|Year : 2011 | Volume
| Issue : 3 | Page : 335-338
A clinico-morphological study of 95 cases of sarcomas with metastases to the lungs
N Krishnamoorthy, SS Desai, B Rekhi, NA Jambhekar
Department of Pathology, Tata Memorial Hospital, Parel, Mumbai, India
|Date of Web Publication||14-Sep-2011|
N A Jambhekar
Department of Pathology, Tata Memorial Hospital, Parel, Mumbai
Source of Support: None, Conflict of Interest: None
Background: Metastasis of soft tissue sarcoma most commonly occurs to the lungs. There are very few studies on histology of pulmonary metastatectomy and hardly any wherein the histology of the primary tumor has been compared with the metastasis. Aims and Objectives: To review histologically all metastatic sarcomas to lung and compare with the primary where available. Materials and Methods: Ninety-five patients with pulmonary metastases from sarcoma were analyzed histologically for type of sarcoma, chemotherapy-related changes, and changes in adjacent lung. Various clinical parameters like laterality, multiplicity, and interval between primary and metastasis were also studied. Results: Osteosarcoma constituted half of the metastatic sarcomas (48 cases, 50.5%) followed by synovial sarcoma (16 cases, 16.8%) and high grade spindle cell sarcoma-NOS (10 cases, 10.5%). The histology of primary and the metastases was similar in 60% of cases of osteosarcoma. Conclusions: Osteosarcoma is the commonest metastatic sarcoma to the lung. There is often a change to fibroblastic histology in patients of conventional osteosarcoma treated with chemotherapy.
Keywords: Chemotherapy, histology, lung, metastasis, metastatectomy, osteosarcoma, sarcoma, synovial sarcoma
|How to cite this article:|
Krishnamoorthy N, Desai S S, Rekhi B, Jambhekar N A. A clinico-morphological study of 95 cases of sarcomas with metastases to the lungs. Indian J Cancer 2011;48:335-8
|How to cite this URL:|
Krishnamoorthy N, Desai S S, Rekhi B, Jambhekar N A. A clinico-morphological study of 95 cases of sarcomas with metastases to the lungs. Indian J Cancer [serial online] 2011 [cited 2020 Nov 26];48:335-8. Available from: https://www.indianjcancer.com/text.asp?2011/48/3/335/84942
| » Introduction|| |
The lung is the most common site for metastasis of all malignant tumors including sarcomas, with the exception of those which are drained by the portal venous system.  Approximately, 20% of the patients with extremity sarcomas will develop isolated pulmonary metastatic disease at some point in the course of their disease.  The development of pulmonary metastasis is a factor of very poor prognosis and the majority of untreated patients die within 6 months of diagnosis.  Early resection of metastatic tumor in soft tissue sarcoma markedly improves survival with the three-year survival rate reaching 46%.  In metastatic osteosarcomas, the association of multi-agent chemotherapy and surgery has improved the five-year survival rate to 70%.  Histological confirmation of these metastasis is vital as it significantly affects the outcome of treatment and prognosis. There are very few large studies histologically documenting the pulmonary metastasis with hardly any articles comparing the histology of the primary and the metastasis.  Herein, the clinico-morphological details of 96 pulmonary metastases are being documented.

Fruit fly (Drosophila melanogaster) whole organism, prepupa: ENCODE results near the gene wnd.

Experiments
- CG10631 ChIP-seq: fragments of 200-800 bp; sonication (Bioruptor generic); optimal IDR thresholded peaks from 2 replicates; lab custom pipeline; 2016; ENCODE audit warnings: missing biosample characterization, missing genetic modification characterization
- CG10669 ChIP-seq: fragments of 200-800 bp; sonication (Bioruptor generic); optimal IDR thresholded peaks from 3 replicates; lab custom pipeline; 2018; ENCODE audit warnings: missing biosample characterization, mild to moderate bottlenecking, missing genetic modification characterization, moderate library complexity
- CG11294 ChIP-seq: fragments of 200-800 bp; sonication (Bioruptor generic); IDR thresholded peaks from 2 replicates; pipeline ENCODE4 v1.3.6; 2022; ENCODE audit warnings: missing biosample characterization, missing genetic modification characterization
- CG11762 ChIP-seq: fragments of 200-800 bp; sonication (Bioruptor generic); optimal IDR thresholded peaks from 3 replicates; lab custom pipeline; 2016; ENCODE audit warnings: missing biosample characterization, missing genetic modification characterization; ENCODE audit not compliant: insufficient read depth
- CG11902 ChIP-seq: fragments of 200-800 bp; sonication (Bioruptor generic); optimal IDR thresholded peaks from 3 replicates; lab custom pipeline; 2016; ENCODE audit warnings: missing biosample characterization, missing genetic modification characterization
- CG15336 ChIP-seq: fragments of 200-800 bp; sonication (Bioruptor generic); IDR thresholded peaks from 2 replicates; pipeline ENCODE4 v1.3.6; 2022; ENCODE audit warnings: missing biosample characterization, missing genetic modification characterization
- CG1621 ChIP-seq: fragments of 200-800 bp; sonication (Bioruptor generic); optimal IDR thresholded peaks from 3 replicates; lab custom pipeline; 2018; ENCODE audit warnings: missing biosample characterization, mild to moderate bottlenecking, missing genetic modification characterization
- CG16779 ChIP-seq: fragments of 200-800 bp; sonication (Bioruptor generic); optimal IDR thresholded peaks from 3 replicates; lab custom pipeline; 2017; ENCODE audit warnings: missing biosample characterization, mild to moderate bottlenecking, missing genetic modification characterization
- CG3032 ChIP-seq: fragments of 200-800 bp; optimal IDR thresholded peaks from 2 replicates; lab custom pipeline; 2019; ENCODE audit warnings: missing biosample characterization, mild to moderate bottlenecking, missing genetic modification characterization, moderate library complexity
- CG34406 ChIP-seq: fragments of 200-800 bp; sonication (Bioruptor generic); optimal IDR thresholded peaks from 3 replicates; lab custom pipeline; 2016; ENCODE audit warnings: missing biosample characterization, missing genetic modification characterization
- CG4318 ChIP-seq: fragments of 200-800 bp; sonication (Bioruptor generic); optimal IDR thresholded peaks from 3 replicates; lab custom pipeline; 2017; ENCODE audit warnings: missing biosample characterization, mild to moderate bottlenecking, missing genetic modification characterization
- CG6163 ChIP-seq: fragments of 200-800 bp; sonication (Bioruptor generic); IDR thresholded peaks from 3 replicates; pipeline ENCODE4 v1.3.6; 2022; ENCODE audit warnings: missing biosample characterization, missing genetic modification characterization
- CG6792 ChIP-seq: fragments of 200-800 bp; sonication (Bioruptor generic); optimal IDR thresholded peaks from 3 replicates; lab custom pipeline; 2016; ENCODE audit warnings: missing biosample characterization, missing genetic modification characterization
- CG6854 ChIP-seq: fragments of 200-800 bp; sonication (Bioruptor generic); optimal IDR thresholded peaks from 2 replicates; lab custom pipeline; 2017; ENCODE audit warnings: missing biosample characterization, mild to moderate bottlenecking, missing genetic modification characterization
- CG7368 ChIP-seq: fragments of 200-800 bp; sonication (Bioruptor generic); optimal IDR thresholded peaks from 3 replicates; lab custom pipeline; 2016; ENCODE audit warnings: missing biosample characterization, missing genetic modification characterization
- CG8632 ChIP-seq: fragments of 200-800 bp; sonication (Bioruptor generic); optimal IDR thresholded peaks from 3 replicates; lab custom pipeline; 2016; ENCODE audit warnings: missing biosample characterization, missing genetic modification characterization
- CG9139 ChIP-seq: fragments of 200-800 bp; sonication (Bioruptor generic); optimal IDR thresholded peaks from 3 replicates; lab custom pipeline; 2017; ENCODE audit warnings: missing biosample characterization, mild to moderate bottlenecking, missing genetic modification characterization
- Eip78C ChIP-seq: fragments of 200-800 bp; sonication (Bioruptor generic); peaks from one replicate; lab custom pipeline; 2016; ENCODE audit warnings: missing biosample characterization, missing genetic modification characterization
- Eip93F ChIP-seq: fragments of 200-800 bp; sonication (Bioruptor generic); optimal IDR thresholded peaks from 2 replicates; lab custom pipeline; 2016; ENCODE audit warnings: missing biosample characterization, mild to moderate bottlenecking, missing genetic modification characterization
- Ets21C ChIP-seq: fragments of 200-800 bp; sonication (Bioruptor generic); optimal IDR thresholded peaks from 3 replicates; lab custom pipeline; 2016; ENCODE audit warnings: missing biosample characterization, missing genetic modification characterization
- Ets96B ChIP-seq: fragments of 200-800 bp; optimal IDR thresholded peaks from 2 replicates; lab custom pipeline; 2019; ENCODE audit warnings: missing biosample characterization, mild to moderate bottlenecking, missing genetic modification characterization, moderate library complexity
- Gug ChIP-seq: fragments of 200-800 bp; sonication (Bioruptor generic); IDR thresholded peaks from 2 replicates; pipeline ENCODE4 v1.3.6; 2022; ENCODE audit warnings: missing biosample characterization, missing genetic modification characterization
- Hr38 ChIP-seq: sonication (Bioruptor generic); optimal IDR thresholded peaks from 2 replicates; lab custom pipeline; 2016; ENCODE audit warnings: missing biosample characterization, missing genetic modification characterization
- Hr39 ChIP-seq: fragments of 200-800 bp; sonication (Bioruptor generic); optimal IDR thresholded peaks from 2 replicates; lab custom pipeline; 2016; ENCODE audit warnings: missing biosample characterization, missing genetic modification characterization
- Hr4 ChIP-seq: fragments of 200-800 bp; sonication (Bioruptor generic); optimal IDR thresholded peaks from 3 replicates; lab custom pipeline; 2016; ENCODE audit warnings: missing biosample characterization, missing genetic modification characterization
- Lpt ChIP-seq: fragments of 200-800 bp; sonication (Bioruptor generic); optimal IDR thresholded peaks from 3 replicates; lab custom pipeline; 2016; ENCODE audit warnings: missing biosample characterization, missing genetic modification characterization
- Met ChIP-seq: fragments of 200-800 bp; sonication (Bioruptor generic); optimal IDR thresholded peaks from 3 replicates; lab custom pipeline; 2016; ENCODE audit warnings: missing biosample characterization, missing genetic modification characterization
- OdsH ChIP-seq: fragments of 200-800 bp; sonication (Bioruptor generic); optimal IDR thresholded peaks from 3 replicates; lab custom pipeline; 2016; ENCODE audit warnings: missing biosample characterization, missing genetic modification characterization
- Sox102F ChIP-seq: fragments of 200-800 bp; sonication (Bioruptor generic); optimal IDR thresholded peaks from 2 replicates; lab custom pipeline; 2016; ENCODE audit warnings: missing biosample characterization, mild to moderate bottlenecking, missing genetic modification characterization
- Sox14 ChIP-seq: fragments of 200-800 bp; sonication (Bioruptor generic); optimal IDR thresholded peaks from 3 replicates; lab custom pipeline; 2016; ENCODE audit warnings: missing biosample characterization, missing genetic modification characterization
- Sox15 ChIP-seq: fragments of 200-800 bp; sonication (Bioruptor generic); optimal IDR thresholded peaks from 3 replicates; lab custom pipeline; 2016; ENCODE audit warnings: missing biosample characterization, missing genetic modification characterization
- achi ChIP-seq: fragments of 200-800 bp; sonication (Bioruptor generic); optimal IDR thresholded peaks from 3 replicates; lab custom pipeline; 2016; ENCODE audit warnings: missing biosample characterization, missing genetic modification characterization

| » Aims and Objectives|| |
To histologically review all resected metastatic sarcomas to lung and compare with the primary tumor wherever available.
| » Materials and Methods|| |
The pathology archives of eight years spanning 2002-2009 were searched for pulmonary metastases of sarcoma from soft tissue and bone. A total of 120 cases were identified, but complete clinical data was available in only 95 cases and these have been included in this study. The clinical features regarding age, sex, site of primary tumor was abstracted from the files. As regards metastases, the laterality (unilateral/bilateral), number (solitary /multiple), time interval between primary and metastasis, and details of treatment were also abstracted for all 95 cases.
All histological material in the form of slides and paraffin blocks were retrieved. The lung lesions were evaluated for morphological type of the sarcoma, chemotherapy-related changes, and changes in the adjacent lung tissue. The features were compared with the primary tumor in 20 cases where available. The histological confirmation was based on metastatectomy in 91 cases and on tru-cut biopsy in four cases.
| » Observations and Results|| |
The 95 patients with histologically confirmed pulmonary metastatic sarcoma had a mean age of 29 years (range 6-69). There were 70 males (73.6%) and 25 females (26.3%). Of these, 13 patients (13.6%) were less than 15 years. The mean interval between the commencement of treatment of primary tumor and pulmonary metastasis was 16 months for all the histological subtypes (range - 2 months to 58 months).
The primary tumor was in the lower extremity in 72 cases (74.4%), upper extremity in 15 (15.7%), chest wall/breast in four (4.2%), and one case each from testis, neck, groin, and kidney (~1% respectively). At surgery, the metastatic lesions were found to be unilateral in 69 cases (72.6%) and bilateral in 26 cases (27.3%). The deposits were solitary in 42 (44.2%) and multiple in 53 (55.7%). When unilateral, the metastasis was solitary in 42 cases (60.2%) and multiple in 27 (39.7%). When multiple they were confined to one side in 50.9% and both sides in 49.1%. Histologically, the 95 cases were classified as 48 cases (50.5%) of osteosarcoma and 47 cases (49.5%) of sarcomas "other than osteosarcoma".
The mean age of patients with osteosarcomas was 20 years (range 6 -56 years) [Table 1]. Of these, eleven patients (22.9%) were less than 15 years of age. The primary site was the lower extremity in 42 (87.5%), upper extremity in five (10.4%), and the chest wall in one case (2%). The metastatic tumor was of osteoblastic type in 34 cases (70.8%) [Figure 1], fibroblastic in seven (14.5%) [Figure 2], chondroblastic in five (8%), and telangiectatic in one (1%). One case had no viable tumor; the primary of which was of osteoblastic type. Numerous osteoclast-like giant cells were seen in four cases. All cases of osteosarcomas had received chemotherapy. In 42 cases (87.5%), chemotherapy-related changes like necrosis, hyalinization, and dense sclerotic bone were noted [Figure 3]a and b. Empty turtle shell pattern of osteoid was appreciated in one case. Four cases (8.3%) had a pleomorphic look with osteoid formation, and the remaining two (4%) had a high grade fibroblastic appearance. The percentage necrosis ranged from 10% to 100%.